Sammendrag på engelsk (abstract):
Day care services aim to offer meaningful activities and a safe environment for the attendees and a respite for family caregivers while being cost effective. This study compares the use of formal and informal care in users and non-users of day care centres designed for persons with dementia.
Users of day care designed for dementia (DC group) and non-users (NDC group) were followed over a period of 24 months or until nursing home admission (NHA) respectively death. Demographic and clinical characteristics were collected at baseline and after 12 and 24 months. The use of care was recorded by Resource Utilization in Dementia (RUD).
A total of 257 persons with dementia participated in the study, 181 in the DC group and 76 in the NDC group. Users of day care centres cause higher costs due to the expenses for day care, while neither the use of home nursing, secondary care, informal care nor the time until NHA did show any differences between users and non-users. The overall costs were higher in the DC group at baseline and after 12 months, but this difference was no longer present at the end of the two-year study period.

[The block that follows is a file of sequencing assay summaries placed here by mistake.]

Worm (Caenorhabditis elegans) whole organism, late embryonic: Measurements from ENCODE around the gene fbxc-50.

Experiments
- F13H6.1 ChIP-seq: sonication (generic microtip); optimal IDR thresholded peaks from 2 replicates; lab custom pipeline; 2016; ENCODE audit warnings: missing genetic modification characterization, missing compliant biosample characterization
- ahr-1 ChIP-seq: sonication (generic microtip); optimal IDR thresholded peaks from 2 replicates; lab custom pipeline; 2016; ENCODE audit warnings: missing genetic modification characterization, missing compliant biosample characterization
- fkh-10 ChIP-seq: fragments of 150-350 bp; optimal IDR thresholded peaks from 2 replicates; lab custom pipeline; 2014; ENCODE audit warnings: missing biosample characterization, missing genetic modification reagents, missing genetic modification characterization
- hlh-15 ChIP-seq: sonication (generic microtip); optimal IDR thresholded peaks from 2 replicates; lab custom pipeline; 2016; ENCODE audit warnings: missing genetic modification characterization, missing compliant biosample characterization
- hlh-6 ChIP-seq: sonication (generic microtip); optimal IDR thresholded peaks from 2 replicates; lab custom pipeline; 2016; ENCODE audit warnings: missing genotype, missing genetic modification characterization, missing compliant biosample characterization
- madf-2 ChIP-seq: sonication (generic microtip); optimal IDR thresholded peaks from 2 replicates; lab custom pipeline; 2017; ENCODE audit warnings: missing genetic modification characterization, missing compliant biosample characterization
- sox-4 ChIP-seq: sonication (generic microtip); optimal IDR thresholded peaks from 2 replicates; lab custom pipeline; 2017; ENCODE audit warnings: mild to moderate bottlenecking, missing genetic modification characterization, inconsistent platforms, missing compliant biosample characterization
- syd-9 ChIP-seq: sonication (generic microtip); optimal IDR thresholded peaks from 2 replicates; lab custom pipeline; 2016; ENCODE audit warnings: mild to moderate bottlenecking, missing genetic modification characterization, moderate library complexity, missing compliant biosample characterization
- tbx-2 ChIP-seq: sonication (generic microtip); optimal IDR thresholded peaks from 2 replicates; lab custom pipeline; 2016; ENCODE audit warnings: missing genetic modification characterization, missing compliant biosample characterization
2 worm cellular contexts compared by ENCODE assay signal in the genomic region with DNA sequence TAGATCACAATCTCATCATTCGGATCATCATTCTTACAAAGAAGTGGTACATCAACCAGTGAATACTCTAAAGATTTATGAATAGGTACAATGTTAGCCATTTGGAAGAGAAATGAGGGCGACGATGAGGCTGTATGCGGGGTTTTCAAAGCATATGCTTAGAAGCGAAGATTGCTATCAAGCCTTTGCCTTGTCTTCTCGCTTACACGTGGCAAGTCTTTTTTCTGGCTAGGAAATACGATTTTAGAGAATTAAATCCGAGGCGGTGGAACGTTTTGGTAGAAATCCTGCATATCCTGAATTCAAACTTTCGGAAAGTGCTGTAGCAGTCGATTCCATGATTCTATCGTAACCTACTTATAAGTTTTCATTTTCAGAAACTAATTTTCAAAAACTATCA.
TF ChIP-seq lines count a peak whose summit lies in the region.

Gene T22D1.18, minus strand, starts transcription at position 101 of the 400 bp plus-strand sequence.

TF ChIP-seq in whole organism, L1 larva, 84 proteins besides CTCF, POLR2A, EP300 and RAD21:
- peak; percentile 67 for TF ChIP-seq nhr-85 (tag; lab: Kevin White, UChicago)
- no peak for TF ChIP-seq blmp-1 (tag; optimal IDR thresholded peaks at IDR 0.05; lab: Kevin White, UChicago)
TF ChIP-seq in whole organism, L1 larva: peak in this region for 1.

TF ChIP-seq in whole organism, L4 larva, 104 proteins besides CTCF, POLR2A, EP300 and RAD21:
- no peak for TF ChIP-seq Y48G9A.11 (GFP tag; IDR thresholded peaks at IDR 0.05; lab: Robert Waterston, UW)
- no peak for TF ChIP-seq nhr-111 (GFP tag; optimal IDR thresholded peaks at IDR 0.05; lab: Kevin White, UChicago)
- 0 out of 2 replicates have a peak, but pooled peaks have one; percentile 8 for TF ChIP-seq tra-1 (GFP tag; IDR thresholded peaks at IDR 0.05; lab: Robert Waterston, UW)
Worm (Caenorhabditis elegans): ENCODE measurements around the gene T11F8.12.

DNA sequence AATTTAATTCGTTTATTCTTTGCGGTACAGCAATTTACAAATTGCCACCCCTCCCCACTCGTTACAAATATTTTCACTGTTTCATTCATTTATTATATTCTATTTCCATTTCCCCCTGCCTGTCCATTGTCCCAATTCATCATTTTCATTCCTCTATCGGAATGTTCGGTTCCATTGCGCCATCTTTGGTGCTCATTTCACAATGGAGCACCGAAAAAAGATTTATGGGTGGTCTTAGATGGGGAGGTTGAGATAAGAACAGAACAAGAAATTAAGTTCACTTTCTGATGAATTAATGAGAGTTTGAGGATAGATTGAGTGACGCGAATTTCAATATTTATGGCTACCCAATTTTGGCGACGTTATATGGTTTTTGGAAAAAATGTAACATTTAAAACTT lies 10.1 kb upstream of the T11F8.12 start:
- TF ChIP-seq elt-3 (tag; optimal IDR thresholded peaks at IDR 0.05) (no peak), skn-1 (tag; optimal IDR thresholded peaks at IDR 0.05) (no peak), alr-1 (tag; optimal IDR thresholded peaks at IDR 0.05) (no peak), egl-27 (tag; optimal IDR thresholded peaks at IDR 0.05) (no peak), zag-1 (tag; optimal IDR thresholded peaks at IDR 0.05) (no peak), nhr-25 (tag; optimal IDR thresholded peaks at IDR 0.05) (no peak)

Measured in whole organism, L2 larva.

Our results indicate no potential cost-saving effect of day care designed for people with dementia, as the use of day care did neither result in a reduced use of care nor in a delay of NHA. Future research should balance the non-monetary benefits of day care against its costs for a full cost-effectiveness analysis, most favourable in a RCT-design.